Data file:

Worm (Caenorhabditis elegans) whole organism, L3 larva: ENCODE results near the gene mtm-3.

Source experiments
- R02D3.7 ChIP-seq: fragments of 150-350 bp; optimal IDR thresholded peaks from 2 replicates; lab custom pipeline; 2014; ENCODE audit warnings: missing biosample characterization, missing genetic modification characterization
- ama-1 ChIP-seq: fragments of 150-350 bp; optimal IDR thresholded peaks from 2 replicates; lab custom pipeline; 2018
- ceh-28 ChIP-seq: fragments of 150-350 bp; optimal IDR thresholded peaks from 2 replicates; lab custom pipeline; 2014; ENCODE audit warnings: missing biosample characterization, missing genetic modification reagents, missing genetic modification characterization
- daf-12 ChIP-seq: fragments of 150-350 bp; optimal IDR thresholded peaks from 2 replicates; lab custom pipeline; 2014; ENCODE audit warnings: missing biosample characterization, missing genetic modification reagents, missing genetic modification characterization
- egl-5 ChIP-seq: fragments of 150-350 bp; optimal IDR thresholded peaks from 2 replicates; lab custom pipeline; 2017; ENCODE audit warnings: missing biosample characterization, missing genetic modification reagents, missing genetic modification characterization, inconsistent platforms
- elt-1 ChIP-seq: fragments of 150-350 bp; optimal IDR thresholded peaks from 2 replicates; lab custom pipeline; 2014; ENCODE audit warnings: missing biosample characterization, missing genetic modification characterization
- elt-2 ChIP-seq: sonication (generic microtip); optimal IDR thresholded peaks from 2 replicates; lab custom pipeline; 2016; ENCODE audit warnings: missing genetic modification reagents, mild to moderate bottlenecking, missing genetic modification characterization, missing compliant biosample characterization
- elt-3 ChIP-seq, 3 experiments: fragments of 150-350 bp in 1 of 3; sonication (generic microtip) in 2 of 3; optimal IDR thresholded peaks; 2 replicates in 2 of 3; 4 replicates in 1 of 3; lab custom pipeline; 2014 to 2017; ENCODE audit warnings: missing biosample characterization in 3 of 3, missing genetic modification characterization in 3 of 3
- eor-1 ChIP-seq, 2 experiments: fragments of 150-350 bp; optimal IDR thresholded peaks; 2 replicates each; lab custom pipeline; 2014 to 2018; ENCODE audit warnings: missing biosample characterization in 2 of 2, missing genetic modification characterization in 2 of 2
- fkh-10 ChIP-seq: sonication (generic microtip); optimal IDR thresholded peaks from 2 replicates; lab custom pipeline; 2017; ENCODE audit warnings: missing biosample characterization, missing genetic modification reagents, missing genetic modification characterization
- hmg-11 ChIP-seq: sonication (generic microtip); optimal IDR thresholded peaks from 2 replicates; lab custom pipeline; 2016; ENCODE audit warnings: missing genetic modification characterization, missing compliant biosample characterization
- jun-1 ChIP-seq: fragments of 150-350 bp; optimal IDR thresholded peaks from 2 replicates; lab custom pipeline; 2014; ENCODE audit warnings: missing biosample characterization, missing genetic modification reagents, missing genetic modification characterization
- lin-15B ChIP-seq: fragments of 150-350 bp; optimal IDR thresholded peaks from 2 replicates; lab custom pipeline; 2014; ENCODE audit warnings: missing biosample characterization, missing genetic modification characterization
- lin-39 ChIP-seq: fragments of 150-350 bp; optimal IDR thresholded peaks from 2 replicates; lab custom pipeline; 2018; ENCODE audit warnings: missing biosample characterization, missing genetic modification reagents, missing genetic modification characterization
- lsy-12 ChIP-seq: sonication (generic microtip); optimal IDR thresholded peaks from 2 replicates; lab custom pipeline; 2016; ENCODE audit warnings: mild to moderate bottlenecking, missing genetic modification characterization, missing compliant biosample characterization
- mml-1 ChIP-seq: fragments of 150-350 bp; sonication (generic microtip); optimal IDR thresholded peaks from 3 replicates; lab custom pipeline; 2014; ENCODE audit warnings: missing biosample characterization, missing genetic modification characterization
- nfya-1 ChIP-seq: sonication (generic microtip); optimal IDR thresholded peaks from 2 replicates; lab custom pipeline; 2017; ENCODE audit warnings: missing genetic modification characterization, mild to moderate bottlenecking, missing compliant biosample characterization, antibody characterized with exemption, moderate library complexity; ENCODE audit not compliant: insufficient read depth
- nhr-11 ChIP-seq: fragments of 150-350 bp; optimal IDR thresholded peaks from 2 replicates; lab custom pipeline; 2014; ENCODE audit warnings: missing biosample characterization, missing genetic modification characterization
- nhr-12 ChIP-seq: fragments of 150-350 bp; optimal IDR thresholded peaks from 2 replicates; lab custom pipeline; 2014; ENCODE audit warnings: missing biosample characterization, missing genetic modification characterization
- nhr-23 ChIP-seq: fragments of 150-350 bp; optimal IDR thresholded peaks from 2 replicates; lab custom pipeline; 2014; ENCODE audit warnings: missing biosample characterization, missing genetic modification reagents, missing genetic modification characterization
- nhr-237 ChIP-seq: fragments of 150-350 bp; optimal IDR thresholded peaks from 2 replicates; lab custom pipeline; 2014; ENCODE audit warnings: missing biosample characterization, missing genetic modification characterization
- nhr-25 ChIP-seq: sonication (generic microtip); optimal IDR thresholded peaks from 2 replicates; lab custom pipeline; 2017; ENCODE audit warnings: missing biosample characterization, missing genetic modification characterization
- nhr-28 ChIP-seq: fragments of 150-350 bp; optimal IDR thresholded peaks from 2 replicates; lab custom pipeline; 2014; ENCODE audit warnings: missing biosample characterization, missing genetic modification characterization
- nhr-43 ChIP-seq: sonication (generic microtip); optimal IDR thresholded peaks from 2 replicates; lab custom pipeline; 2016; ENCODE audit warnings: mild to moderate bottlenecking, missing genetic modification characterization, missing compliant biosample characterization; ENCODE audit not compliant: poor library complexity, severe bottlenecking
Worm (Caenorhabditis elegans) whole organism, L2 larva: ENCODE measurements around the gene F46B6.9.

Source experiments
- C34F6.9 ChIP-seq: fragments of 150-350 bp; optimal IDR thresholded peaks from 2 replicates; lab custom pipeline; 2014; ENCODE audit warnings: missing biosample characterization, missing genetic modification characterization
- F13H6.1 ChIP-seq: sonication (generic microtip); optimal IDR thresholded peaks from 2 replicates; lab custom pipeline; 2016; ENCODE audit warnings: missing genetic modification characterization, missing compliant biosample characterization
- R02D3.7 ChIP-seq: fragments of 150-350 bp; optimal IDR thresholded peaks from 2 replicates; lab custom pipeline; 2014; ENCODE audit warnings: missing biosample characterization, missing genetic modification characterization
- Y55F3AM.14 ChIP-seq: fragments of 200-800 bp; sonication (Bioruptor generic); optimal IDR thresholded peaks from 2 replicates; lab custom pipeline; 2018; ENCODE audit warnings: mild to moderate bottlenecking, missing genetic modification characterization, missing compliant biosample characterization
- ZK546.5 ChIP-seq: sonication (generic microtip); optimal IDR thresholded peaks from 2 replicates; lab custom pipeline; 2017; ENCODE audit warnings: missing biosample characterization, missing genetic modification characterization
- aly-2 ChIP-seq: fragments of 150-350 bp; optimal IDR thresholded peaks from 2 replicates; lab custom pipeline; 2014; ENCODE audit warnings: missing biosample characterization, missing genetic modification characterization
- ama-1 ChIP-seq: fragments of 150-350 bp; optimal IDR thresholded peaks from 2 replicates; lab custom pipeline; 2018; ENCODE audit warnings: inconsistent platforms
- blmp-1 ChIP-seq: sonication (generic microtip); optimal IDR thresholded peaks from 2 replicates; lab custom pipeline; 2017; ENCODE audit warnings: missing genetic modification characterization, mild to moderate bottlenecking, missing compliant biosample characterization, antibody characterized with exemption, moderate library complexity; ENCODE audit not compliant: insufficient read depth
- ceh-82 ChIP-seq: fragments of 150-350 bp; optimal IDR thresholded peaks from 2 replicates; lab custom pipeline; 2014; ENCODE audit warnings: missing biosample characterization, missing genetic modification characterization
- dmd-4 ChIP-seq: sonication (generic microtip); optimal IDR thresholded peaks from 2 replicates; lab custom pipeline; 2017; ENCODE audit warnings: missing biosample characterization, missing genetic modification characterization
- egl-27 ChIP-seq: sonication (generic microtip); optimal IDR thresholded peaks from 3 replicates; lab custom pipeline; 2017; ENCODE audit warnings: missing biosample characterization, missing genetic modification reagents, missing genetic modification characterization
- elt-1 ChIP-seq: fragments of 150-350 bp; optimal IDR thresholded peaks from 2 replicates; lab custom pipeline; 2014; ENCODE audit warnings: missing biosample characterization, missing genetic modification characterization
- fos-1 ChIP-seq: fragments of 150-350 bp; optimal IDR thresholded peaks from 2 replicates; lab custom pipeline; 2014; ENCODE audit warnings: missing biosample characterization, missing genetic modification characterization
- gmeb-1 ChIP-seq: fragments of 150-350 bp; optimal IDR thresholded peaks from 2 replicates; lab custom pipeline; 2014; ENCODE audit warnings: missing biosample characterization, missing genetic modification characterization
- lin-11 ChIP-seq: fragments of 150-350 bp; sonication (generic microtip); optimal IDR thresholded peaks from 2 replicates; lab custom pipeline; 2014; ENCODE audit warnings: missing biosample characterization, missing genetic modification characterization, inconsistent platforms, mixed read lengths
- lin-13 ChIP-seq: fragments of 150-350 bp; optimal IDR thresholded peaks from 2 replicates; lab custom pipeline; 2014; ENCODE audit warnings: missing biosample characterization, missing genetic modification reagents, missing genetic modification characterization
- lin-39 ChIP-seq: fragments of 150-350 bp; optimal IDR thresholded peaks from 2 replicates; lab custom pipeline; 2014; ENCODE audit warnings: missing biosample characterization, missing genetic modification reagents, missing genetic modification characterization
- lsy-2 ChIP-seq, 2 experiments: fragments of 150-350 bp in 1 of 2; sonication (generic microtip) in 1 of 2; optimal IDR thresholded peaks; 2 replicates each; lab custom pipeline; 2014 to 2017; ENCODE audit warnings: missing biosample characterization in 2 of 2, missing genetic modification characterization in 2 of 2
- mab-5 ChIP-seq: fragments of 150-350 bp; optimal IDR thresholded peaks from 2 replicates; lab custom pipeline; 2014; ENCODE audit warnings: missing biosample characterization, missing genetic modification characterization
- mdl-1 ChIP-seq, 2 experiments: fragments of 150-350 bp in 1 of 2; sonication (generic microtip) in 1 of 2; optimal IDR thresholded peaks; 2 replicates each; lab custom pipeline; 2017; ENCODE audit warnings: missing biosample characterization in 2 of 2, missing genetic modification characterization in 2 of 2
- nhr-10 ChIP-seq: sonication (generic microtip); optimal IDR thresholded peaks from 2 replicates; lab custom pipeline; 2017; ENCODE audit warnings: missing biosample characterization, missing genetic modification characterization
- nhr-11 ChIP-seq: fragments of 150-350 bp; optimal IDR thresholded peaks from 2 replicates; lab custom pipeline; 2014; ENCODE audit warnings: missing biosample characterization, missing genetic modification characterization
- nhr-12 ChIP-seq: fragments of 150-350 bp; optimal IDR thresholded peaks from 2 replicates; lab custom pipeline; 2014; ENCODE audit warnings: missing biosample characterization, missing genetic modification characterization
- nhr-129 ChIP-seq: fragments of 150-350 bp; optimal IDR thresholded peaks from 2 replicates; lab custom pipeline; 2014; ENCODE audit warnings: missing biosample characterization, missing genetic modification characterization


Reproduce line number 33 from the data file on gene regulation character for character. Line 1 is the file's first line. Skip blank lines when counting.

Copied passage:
- ZK546.5 ChIP-seq: sonication (generic microtip); optimal IDR thresholded peaks from 2 replicates; lab custom pipeline; 2017; ENCODE audit warnings: missing biosample characterization, missing genetic modification characterization